Justification of Red List Category
Recent population estimates have placed the population size as >10,000 mature individuals. However, the population is still considered to be relatively small and in decline owing to cutting and lopping of trees for charcoal, firewood and fodder, in parts of its range. Therefore, it is now listed as Near Threatened.
Data from the Atlas of the Breeding Birds of Arabia (Jennings 2010) provides a population estimate of c.7,500 pairs, which equates to 15,000 mature individuals. Therefore, the population size is placed here in the range 10,000-19,999 mature individuals.
There are no new data on population trends, and it has been suggested that its range and population have remained stable since the 1930s (Jennings 2010). Information post-2010 also suggests the species has remained stable (J. Babbington and P. Roberts in litt. 2016). However the species is precautionarily suspected to be in slow decline owing to habitat loss and degradation.
This species occurs locally in the Red Sea foothills and western ramparts of southwest Arabia (Winkler et al. 1995), from 13°N in Yemen to 26°N in Saudi Arabia (Jennings 2010). It is generally uncommon to rare where it occurs, with some population data (Davidson 1996, Newton and Newton 1996) suggesting that local densities are probably equivalent to 0.1-1.0 mature individuals per km2. A recent estimate of c.7,500 pairs (Jennings 2010) implies that there are c. 15,000 mature individuals (M. Jennings in litt. 2012). The population is currently inferred to be in continuing decline, but it has been suggested that its range and population have remained stable since the species was described early in the 20th century (Jennings 2010). Further information suggests that the population has remained stable since 2010 (J. Babbington and P. Roberts in litt. 2016).
It inhabits woodland, which now occurs only in residual fragments in Yemen, following millennia of settlement, cultivation and livestock-grazing. It occurs in a wide variety of woodland-types, including: groves of fig Ficus, date-palm Phoenix or pandan Pandanus at lower altitudes; subtropical, evergreen riparian forest; traditional shade-coffee plantations and well-developed succulent shrubland at middle-altitudes; woods, groves and parklands of Acacia, Juniperus, Olea and Dracaena at higher altitudes (often on slopes terraced for agriculture); and old-established orchards in the highlands (King 1978, Everett 1987, Newton and Newton 1996, Winkler et al. 1996). It occurs from sea-level to 2,800 m asl, and breeding records and behaviour (February-May) have been noted from 400 m asl up to 2,400 m asl (Everett 1987, Porter et al. 1996, Winkler et al. 1996, Jennings 2010), although it probably breeds down to sea-level (M. Jennings in litt. 2012). The nest-site is a small hole excavated in the trunk or major branch of a large tree (generally in dead wood or in a soft-wooded species).
Lopping, cutting and clearance of trees, for charcoal and firewood (especially in Yemen [Beck 1990, Scholte et al. 1991]) and for building/agricultural land (mainly in Saudi Arabia [Newton and Newton 1996]), are problems in parts of the species's range. Such activities are likely to preferentially target nest-trees (Winkler et al. 1996), and are known to have reduced the number of large trees at some sites since the late 1980s (Beck 1990). In Yemen at least, the high price of cooking gas, and consequent heavy reliance on fuelwood, could be a cause for concern (D. Stanton in litt. 2012). Abandonment of agricultural terraces at mid-altitudes is leading to massive loss of top-soil and degradation of terrace woodlands (Scholte et al. 1991). A lack of tree regeneration, owing to high levels of grazing and browsing by livestock, has been observed at several sites and may be a problem. The species may also be evicted from nest holes by Violet-backed Starlings Cinnyricinclus leucogaster (J. Babbington and P. Roberts in litt. 2016). Dam construction may affect the species's habitat (J. Babbington and P. Roberts in litt. 2016). The conflict in Yemen is also leading to food shortage, and so birds may be being killed for food, although this species may not be being highly targeted (R. Porter in litt. 2017).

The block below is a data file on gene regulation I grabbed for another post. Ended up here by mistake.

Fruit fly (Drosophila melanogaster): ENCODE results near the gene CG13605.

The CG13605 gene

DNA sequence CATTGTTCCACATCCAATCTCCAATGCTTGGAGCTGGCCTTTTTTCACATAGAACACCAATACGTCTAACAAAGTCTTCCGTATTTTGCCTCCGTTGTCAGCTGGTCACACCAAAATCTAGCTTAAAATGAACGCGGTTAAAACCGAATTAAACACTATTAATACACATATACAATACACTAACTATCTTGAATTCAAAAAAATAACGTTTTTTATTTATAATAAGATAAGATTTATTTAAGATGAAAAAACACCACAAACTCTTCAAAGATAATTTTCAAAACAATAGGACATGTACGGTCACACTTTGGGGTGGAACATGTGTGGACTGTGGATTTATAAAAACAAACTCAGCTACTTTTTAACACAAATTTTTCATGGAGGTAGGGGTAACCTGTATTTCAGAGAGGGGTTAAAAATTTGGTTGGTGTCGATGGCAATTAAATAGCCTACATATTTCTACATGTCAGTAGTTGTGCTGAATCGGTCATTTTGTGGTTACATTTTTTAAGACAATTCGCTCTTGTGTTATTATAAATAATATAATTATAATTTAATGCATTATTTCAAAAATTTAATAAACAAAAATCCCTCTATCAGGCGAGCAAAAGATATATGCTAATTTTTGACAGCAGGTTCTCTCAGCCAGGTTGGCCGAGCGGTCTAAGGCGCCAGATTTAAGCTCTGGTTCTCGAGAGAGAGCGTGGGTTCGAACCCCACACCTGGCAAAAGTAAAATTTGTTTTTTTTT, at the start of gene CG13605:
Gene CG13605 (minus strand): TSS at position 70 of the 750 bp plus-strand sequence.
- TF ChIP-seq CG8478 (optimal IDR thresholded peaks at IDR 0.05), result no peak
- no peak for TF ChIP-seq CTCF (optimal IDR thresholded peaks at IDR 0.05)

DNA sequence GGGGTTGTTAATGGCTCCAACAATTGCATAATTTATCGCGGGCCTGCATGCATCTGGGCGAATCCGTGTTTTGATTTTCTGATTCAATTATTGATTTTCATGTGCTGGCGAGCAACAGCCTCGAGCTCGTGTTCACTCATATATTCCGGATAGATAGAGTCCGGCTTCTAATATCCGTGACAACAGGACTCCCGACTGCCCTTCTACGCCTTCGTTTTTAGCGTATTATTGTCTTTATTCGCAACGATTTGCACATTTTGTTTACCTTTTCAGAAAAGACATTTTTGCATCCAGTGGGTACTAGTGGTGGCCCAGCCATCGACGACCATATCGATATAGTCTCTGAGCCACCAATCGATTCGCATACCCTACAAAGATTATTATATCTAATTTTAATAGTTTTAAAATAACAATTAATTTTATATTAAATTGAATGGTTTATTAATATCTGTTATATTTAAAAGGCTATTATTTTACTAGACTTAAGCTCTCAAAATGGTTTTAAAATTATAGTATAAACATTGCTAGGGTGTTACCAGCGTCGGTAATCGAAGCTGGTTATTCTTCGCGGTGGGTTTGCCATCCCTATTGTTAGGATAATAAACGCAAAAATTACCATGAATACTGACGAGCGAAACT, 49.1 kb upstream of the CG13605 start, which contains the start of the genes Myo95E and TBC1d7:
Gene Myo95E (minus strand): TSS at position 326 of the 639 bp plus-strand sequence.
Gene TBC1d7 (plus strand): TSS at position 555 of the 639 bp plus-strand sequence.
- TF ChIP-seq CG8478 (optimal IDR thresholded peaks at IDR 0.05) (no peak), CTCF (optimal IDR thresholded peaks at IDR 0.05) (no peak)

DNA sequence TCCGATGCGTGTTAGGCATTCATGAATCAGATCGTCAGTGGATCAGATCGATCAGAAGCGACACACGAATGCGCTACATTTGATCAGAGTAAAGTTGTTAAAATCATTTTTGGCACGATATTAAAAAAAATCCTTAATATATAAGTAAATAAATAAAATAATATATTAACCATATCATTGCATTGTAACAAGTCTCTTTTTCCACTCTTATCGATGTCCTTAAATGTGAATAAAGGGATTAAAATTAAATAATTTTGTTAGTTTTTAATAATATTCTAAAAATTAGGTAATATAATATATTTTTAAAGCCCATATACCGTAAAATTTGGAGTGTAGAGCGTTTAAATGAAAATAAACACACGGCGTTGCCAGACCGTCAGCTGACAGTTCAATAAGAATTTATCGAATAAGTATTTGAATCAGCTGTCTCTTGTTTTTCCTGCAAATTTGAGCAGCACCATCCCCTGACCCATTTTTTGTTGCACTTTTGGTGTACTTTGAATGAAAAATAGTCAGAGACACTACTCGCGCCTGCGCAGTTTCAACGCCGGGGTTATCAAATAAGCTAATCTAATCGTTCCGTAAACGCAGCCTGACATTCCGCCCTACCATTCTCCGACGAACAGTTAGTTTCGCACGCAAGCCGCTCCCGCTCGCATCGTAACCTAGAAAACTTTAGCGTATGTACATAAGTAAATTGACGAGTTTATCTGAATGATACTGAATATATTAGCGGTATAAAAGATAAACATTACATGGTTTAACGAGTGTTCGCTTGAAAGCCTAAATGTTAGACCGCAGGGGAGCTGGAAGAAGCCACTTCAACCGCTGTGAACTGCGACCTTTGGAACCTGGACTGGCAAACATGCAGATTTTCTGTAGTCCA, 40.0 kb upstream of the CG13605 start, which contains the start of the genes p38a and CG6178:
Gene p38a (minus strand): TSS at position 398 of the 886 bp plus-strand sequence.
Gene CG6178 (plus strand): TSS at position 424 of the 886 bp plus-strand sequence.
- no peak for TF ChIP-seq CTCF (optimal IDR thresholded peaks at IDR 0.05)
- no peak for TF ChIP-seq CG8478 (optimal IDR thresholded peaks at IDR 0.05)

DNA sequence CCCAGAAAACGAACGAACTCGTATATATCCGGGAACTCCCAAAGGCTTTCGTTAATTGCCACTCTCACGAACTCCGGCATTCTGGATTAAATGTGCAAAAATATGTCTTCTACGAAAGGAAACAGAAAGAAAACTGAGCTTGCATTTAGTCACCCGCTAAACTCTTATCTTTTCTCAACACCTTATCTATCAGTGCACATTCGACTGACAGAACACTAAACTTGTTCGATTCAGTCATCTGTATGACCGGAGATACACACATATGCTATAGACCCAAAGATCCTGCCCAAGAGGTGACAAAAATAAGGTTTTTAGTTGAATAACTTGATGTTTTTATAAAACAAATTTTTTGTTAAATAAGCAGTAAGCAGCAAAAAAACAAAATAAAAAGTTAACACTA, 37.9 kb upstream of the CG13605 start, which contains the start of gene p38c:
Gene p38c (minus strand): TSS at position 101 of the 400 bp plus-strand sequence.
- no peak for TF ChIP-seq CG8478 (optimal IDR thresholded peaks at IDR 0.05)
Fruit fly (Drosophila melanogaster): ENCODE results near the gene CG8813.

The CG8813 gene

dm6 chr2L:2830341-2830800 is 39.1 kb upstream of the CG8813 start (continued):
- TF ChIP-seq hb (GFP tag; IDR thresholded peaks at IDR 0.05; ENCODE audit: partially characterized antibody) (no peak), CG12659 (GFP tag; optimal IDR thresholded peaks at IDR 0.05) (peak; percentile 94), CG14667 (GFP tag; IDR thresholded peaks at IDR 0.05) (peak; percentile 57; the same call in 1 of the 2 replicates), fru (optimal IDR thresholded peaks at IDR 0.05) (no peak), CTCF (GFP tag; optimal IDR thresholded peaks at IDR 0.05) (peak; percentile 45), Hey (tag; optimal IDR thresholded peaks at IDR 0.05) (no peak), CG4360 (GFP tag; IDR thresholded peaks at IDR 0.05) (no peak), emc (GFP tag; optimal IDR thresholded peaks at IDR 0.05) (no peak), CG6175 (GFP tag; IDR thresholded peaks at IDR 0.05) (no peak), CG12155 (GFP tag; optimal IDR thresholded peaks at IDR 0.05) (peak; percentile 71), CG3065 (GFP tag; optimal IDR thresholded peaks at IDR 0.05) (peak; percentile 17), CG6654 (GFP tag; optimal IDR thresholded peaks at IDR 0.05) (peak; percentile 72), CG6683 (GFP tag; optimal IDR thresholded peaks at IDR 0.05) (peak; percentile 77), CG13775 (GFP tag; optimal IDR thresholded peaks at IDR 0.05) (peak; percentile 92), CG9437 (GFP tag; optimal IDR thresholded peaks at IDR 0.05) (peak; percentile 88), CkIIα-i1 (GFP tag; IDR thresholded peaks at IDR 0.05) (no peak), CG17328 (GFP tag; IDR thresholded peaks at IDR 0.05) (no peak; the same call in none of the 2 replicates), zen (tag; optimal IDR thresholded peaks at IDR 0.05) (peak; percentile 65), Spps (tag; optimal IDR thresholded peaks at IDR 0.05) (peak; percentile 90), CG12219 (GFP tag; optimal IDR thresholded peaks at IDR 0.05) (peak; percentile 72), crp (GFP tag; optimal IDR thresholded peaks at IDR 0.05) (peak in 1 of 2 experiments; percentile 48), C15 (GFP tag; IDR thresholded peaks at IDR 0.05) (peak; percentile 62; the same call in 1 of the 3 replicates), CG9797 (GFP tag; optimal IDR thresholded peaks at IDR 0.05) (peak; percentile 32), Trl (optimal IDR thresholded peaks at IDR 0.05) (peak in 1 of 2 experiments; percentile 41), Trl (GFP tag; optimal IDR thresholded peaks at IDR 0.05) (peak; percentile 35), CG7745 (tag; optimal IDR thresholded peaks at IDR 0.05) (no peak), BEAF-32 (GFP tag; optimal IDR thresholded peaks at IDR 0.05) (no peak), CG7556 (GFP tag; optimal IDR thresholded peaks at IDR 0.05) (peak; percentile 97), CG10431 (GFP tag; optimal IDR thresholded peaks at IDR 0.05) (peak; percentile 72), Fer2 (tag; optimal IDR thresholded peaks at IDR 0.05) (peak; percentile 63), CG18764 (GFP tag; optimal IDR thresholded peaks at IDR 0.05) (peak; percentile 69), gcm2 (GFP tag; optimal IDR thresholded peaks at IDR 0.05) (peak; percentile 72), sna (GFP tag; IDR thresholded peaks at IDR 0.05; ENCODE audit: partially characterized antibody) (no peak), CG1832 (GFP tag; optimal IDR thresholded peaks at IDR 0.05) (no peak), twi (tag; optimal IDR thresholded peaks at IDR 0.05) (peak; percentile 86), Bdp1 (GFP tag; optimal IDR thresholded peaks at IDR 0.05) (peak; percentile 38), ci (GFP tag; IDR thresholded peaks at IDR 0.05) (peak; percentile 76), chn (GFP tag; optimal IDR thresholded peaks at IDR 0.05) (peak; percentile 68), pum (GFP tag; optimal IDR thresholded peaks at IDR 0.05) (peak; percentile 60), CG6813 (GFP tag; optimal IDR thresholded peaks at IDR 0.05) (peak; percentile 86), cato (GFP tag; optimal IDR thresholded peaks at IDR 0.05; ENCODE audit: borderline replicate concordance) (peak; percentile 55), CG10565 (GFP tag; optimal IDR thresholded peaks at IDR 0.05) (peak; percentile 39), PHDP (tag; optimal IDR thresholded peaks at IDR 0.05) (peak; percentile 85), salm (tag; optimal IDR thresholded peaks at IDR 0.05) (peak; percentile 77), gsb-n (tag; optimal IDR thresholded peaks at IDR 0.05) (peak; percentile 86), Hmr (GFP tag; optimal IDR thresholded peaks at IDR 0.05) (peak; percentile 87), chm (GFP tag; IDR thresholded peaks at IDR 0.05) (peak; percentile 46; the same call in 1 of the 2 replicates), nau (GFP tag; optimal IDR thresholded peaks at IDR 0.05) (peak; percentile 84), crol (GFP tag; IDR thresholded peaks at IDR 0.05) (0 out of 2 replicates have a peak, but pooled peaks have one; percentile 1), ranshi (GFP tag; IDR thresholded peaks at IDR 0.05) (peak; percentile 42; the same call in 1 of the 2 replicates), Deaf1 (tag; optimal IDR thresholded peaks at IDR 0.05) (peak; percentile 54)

Conservation Actions Underway
There are many traditional rangeland reserves (mahjur) in south-west Arabia, where the vegetation (including trees) is protected by private or communal ownership rights from excessive exploitation, in order to provide fodder in times of drought (Scholte et al. 1991). However, the management of these areas has been widely neglected or abandoned since the advent of more convenient supplies of supplemental feed (Scholte et al. 1991). The species occurs in at least two protected areas in Saudi Arabia: Raydah Reserve and Asir National Park (Newton and Newton 1996).
18 cm. Rather small, olive-brown woodpecker with white bars across wings and red patch on rear of head of male. Both sexes show pale red patch down centre of belly. Voice Accelerating, then descending, kek-kek-kek-kek-kek-kek is the most frequently heard call. Variable pweek pit-pit-pit-pit-pit-pit-pit given between members of pair. Hints Only woodpecker breeding in Arabia. Typical woodpecker undulating flight. Drums feebly and only occasionally.
Text account compilers
Mahood, S., Martins, R., Symes, A., Taylor, J., Ekstrom, J., Westrip, J., Ashpole, J
Stanton, D., Roberts, P., Porter, R., Babbington, J., Jennings, M.
BirdLife International (2020) Species factsheet: Dendropicos dorae. Downloaded from http://www.birdlife.org on 06/04/2020. Recommended citation for factsheets for more than one species: BirdLife International (2020) IUCN Red List for birds. Downloaded from http://www.birdlife.org on 06/04/2020.